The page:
Like off the beaten track places in big cities? Free museums? Roman ruins that aren't ruined? You can find all these in a tiny corner of Rome between the Aventine Hill and Testaccio.
We'll start at the Museo Della Via Ostiense inside the Porta San Paolo. It was the southern gate in the 3rd century Aurelian walls aound Rome. Inside you can walk around the gatehouse and see maps and artifacts based around the historically significant Via Ostiense, which started at the gate and continued on a straight line through greater Rome, past the Basilica of St. Paul outside the walls to end up in Ostia Lido (the Roman Via ended in what is now the archaeology site of Ostia Antica, a port city which has silted up since antiquity).
Looking at the picture above, you might think the entrance is through the gates, as many people do. The door, with a staircase leading up to the entrance, is found on the left side of the left tower in this picture taken facing north.
The museum features maps and scale reconstructions of interesting towns and structures along the Ostiense. There are some significant marble plaques and signs, including a reproduction of the original cover for the shrine of St. Paul you can see later if you visit the basilica, and bits of fresco. When you reach the top you can walk out upon the catwalk, which gives you great views of the Pyramid of Cestius which sits just alongside the gatehouse and was once within the defensive walls--which is why it's still intact today.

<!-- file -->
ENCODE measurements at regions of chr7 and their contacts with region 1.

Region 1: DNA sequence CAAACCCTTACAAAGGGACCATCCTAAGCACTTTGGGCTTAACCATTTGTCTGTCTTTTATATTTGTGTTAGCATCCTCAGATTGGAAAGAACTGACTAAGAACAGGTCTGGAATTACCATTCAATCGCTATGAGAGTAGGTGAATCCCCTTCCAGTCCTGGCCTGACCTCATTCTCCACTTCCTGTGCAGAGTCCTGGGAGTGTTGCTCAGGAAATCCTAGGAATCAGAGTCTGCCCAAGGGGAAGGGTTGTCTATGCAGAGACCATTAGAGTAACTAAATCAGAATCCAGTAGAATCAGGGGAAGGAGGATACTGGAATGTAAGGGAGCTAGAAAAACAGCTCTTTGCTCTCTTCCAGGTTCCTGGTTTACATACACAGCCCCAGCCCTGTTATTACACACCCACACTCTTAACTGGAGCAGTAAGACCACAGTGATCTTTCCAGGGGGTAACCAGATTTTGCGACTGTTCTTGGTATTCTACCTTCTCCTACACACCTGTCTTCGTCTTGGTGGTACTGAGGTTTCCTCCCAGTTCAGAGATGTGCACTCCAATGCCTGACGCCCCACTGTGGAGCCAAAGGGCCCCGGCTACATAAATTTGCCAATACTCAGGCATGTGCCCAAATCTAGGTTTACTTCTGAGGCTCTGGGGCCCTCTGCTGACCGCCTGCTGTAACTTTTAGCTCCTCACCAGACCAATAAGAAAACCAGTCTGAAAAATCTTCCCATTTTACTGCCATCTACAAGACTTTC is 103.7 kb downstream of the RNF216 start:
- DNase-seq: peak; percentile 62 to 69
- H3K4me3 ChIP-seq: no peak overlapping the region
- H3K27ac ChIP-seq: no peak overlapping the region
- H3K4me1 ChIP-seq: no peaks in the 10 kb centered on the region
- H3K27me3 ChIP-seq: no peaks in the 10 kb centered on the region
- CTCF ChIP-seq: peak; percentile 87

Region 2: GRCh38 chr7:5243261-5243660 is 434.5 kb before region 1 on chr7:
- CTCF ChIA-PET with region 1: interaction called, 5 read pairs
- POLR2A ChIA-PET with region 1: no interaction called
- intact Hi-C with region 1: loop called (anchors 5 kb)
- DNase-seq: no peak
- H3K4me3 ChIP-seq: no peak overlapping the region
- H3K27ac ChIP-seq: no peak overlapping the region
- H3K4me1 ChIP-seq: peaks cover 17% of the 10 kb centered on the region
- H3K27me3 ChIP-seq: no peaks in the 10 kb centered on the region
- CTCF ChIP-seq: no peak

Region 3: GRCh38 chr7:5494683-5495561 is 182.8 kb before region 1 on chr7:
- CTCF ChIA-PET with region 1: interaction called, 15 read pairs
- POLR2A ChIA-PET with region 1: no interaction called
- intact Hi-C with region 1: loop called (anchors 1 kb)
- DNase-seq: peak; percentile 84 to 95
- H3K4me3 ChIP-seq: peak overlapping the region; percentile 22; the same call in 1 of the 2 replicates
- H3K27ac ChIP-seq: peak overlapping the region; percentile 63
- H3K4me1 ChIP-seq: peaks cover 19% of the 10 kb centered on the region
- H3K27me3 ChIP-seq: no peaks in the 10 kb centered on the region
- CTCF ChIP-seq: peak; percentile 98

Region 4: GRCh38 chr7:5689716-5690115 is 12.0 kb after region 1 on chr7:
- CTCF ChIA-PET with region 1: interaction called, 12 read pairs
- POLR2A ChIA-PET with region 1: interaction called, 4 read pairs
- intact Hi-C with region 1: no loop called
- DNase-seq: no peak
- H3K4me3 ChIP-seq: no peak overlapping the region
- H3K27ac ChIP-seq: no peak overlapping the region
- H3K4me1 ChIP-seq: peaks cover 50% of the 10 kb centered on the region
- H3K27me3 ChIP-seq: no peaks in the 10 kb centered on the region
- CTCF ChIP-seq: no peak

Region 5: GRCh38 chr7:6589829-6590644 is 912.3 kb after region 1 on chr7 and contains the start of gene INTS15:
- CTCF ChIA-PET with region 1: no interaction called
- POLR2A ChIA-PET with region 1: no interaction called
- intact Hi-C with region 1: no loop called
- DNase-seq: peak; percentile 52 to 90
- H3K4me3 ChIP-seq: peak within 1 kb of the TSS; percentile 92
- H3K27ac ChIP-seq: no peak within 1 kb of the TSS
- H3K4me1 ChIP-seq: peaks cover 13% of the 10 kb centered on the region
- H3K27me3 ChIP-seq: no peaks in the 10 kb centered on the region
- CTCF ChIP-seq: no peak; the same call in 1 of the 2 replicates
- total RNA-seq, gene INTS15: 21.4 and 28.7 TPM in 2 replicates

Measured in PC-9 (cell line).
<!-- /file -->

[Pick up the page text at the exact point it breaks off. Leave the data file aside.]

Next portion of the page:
On your way out pay attention to the big map on the wall to your right. It shows the importance of the Via Ostense and the monuments and churches along it. One of the most important is one you can walk to in about half an hour, the Papal Basilica of St Paul Outside the Walls. It's one of Rome's four ancient major basilicas, which includes St. Peter's. Constantine founded a small church on the spot over the burial place of St. Paul in 324.
The interior of the basilica is very impressive despite the fire started by a workman repairing the lead of the roof in July of 1823. Most of the ancient structure was destroyed but laboriously rebuilt with contributions of the rarer materials from countries all over the world. Today they tell us that the interior looks much the same as it did in th 4th century.
Along the walls are portraits of all the Popes, and the prison chains of St. Paul are displayed in the shrine of St. Paul.
For a small fee you can visit the 13th century cloisters and archaeological areas, otherwise the interior of the Basilica itself is free. There is a gift shop and cafe.
Find out more about Saint Paul Basilica in Rome.
On your way to the Basilica, you may wish to stop off at Musei Capitolini Centrale Montemartini on via Ostiense, 196. Betsy Malloy of About's California Travel Guide recommends it: "They're displaying works from the Capitoline Museum which would otherwise be in storage, inside a decommissioned early-1900s power plant. It sounds odd, but it's really quite wonderful and the contrasts between Roman marble and modern machines are brilliant. And on their own, some of the pieces are outstanding."
How to Get to the Porta S. Paolo
The area around the Porta S. Paolo is a transportation hub, featuring the Roma Porta San Paolo station (route map) that takes you to Ostia (you can also take it to the Basilica San Paolo if you prefer not to walk), the metro line B Piramide stop, and the Rome Ostiense railway station.
Places to Stay
While writing this article, we stayed at Vacation Rental Rome Holidays - Testaccio, and liked that small apartment very much. Everything just worked, including high speed internet. It's in the best part of Testaccio for restaurants and cafes. Other options for lodging in the area are listed below.
Rome for Free
For other attractions you don't have to pay for, see Rome for Free.
More Pictures of this Itinerary
Continue on to the next pages to see more pictures of the fort-like Porta San Paolo, the Pyramid and the Basilica.